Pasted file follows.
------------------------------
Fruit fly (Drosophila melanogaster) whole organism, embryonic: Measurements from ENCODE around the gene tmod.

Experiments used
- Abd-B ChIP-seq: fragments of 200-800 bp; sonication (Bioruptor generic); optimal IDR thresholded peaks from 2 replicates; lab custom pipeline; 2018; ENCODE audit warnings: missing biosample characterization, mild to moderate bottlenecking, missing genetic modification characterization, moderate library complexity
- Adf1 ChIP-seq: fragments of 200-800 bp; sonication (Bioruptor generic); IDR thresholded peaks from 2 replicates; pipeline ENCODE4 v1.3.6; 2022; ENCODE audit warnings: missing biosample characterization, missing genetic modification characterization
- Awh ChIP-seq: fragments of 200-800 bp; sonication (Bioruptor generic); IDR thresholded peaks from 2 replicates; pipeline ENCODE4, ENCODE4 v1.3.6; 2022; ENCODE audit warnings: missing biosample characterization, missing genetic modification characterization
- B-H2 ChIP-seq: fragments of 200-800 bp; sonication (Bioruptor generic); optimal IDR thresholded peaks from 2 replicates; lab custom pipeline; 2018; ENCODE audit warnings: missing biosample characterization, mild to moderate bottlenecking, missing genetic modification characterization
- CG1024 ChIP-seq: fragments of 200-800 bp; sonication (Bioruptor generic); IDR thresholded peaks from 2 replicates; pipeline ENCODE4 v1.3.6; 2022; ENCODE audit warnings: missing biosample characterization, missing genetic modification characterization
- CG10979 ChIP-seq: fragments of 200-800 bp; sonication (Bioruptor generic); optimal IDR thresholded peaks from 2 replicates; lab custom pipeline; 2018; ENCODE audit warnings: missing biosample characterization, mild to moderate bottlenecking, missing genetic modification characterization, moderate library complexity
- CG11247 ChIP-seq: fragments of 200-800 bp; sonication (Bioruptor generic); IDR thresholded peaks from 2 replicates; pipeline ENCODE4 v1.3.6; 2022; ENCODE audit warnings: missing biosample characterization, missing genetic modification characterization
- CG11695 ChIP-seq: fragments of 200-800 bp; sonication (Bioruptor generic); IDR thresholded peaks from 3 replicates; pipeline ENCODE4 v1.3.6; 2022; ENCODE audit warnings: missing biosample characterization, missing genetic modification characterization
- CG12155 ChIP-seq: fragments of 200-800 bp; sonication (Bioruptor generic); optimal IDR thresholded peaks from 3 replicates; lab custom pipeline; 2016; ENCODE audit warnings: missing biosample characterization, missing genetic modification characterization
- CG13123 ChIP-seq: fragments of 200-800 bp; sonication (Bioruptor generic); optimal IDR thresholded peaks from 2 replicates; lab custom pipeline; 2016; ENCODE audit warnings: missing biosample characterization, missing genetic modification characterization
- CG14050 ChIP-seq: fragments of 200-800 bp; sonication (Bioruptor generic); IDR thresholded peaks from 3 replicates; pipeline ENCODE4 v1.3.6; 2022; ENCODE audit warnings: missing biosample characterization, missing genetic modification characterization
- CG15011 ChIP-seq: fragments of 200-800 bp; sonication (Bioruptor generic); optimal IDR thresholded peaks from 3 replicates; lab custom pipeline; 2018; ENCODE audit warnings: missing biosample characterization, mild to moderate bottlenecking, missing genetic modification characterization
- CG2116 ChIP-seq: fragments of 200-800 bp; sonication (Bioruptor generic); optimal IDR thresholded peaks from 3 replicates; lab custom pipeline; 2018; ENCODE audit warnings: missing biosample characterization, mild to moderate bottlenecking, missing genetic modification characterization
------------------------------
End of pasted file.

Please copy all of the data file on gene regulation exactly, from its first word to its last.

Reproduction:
Fruit fly (Drosophila melanogaster) whole organism, embryonic: Measurements from ENCODE around the gene tmod.

Experiments used
- Abd-B ChIP-seq: fragments of 200-800 bp; sonication (Bioruptor generic); optimal IDR thresholded peaks from 2 replicates; lab custom pipeline; 2018; ENCODE audit warnings: missing biosample characterization, mild to moderate bottlenecking, missing genetic modification characterization, moderate library complexity
- Adf1 ChIP-seq: fragments of 200-800 bp; sonication (Bioruptor generic); IDR thresholded peaks from 2 replicates; pipeline ENCODE4 v1.3.6; 2022; ENCODE audit warnings: missing biosample characterization, missing genetic modification characterization
- Awh ChIP-seq: fragments of 200-800 bp; sonication (Bioruptor generic); IDR thresholded peaks from 2 replicates; pipeline ENCODE4, ENCODE4 v1.3.6; 2022; ENCODE audit warnings: missing biosample characterization, missing genetic modification characterization
- B-H2 ChIP-seq: fragments of 200-800 bp; sonication (Bioruptor generic); optimal IDR thresholded peaks from 2 replicates; lab custom pipeline; 2018; ENCODE audit warnings: missing biosample characterization, mild to moderate bottlenecking, missing genetic modification characterization
- CG1024 ChIP-seq: fragments of 200-800 bp; sonication (Bioruptor generic); IDR thresholded peaks from 2 replicates; pipeline ENCODE4 v1.3.6; 2022; ENCODE audit warnings: missing biosample characterization, missing genetic modification characterization
- CG10979 ChIP-seq: fragments of 200-800 bp; sonication (Bioruptor generic); optimal IDR thresholded peaks from 2 replicates; lab custom pipeline; 2018; ENCODE audit warnings: missing biosample characterization, mild to moderate bottlenecking, missing genetic modification characterization, moderate library complexity
- CG11247 ChIP-seq: fragments of 200-800 bp; sonication (Bioruptor generic); IDR thresholded peaks from 2 replicates; pipeline ENCODE4 v1.3.6; 2022; ENCODE audit warnings: missing biosample characterization, missing genetic modification characterization
- CG11695 ChIP-seq: fragments of 200-800 bp; sonication (Bioruptor generic); IDR thresholded peaks from 3 replicates; pipeline ENCODE4 v1.3.6; 2022; ENCODE audit warnings: missing biosample characterization, missing genetic modification characterization
- CG12155 ChIP-seq: fragments of 200-800 bp; sonication (Bioruptor generic); optimal IDR thresholded peaks from 3 replicates; lab custom pipeline; 2016; ENCODE audit warnings: missing biosample characterization, missing genetic modification characterization
- CG13123 ChIP-seq: fragments of 200-800 bp; sonication (Bioruptor generic); optimal IDR thresholded peaks from 2 replicates; lab custom pipeline; 2016; ENCODE audit warnings: missing biosample characterization, missing genetic modification characterization
- CG14050 ChIP-seq: fragments of 200-800 bp; sonication (Bioruptor generic); IDR thresholded peaks from 3 replicates; pipeline ENCODE4 v1.3.6; 2022; ENCODE audit warnings: missing biosample characterization, missing genetic modification characterization
- CG15011 ChIP-seq: fragments of 200-800 bp; sonication (Bioruptor generic); optimal IDR thresholded peaks from 3 replicates; lab custom pipeline; 2018; ENCODE audit warnings: missing biosample characterization, mild to moderate bottlenecking, missing genetic modification characterization
- CG2116 ChIP-seq: fragments of 200-800 bp; sonication (Bioruptor generic); optimal IDR thresholded peaks from 3 replicates; lab custom pipeline; 2018; ENCODE audit warnings: missing biosample characterization, mild to moderate bottlenecking, missing genetic modification characterization